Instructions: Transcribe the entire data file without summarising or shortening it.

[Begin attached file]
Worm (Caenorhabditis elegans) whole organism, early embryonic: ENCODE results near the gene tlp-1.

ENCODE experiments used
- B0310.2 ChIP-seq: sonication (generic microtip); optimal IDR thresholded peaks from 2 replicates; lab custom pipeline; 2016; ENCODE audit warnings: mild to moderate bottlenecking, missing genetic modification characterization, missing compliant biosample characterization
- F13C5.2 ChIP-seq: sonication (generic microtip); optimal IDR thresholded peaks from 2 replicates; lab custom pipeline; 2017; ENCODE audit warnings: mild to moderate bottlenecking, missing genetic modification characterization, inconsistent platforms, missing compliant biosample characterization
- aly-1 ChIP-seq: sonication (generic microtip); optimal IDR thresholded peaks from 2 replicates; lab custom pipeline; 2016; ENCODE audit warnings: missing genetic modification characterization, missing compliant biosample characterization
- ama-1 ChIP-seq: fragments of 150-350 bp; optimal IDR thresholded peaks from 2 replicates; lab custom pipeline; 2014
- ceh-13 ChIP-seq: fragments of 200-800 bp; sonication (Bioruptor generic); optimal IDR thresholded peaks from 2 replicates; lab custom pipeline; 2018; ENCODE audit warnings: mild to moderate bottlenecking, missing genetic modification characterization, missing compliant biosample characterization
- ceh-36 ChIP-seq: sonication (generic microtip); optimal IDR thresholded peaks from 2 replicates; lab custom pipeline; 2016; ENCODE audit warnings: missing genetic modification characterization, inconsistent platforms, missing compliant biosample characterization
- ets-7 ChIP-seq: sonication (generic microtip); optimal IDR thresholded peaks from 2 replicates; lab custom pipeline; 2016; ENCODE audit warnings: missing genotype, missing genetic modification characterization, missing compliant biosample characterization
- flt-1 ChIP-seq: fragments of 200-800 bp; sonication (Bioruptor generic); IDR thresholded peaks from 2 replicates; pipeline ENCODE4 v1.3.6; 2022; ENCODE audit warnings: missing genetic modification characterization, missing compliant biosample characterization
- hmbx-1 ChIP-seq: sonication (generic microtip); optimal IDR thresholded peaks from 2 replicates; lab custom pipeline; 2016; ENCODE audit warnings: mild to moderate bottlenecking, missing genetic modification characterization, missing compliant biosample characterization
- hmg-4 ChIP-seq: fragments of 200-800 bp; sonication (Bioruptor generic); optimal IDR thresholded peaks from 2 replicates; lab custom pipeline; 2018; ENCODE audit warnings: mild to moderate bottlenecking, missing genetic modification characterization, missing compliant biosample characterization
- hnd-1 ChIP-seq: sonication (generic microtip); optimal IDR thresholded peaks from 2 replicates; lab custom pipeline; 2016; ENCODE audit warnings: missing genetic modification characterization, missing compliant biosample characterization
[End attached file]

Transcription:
Worm (Caenorhabditis elegans) whole organism, early embryonic: ENCODE results near the gene tlp-1.

ENCODE experiments used
- B0310.2 ChIP-seq: sonication (generic microtip); optimal IDR thresholded peaks from 2 replicates; lab custom pipeline; 2016; ENCODE audit warnings: mild to moderate bottlenecking, missing genetic modification characterization, missing compliant biosample characterization
- F13C5.2 ChIP-seq: sonication (generic microtip); optimal IDR thresholded peaks from 2 replicates; lab custom pipeline; 2017; ENCODE audit warnings: mild to moderate bottlenecking, missing genetic modification characterization, inconsistent platforms, missing compliant biosample characterization
- aly-1 ChIP-seq: sonication (generic microtip); optimal IDR thresholded peaks from 2 replicates; lab custom pipeline; 2016; ENCODE audit warnings: missing genetic modification characterization, missing compliant biosample characterization
- ama-1 ChIP-seq: fragments of 150-350 bp; optimal IDR thresholded peaks from 2 replicates; lab custom pipeline; 2014
- ceh-13 ChIP-seq: fragments of 200-800 bp; sonication (Bioruptor generic); optimal IDR thresholded peaks from 2 replicates; lab custom pipeline; 2018; ENCODE audit warnings: mild to moderate bottlenecking, missing genetic modification characterization, missing compliant biosample characterization
- ceh-36 ChIP-seq: sonication (generic microtip); optimal IDR thresholded peaks from 2 replicates; lab custom pipeline; 2016; ENCODE audit warnings: missing genetic modification characterization, inconsistent platforms, missing compliant biosample characterization
- ets-7 ChIP-seq: sonication (generic microtip); optimal IDR thresholded peaks from 2 replicates; lab custom pipeline; 2016; ENCODE audit warnings: missing genotype, missing genetic modification characterization, missing compliant biosample characterization
- flt-1 ChIP-seq: fragments of 200-800 bp; sonication (Bioruptor generic); IDR thresholded peaks from 2 replicates; pipeline ENCODE4 v1.3.6; 2022; ENCODE audit warnings: missing genetic modification characterization, missing compliant biosample characterization
- hmbx-1 ChIP-seq: sonication (generic microtip); optimal IDR thresholded peaks from 2 replicates; lab custom pipeline; 2016; ENCODE audit warnings: mild to moderate bottlenecking, missing genetic modification characterization, missing compliant biosample characterization
- hmg-4 ChIP-seq: fragments of 200-800 bp; sonication (Bioruptor generic); optimal IDR thresholded peaks from 2 replicates; lab custom pipeline; 2018; ENCODE audit warnings: mild to moderate bottlenecking, missing genetic modification characterization, missing compliant biosample characterization
- hnd-1 ChIP-seq: sonication (generic microtip); optimal IDR thresholded peaks from 2 replicates; lab custom pipeline; 2016; ENCODE audit warnings: missing genetic modification characterization, missing compliant biosample characterization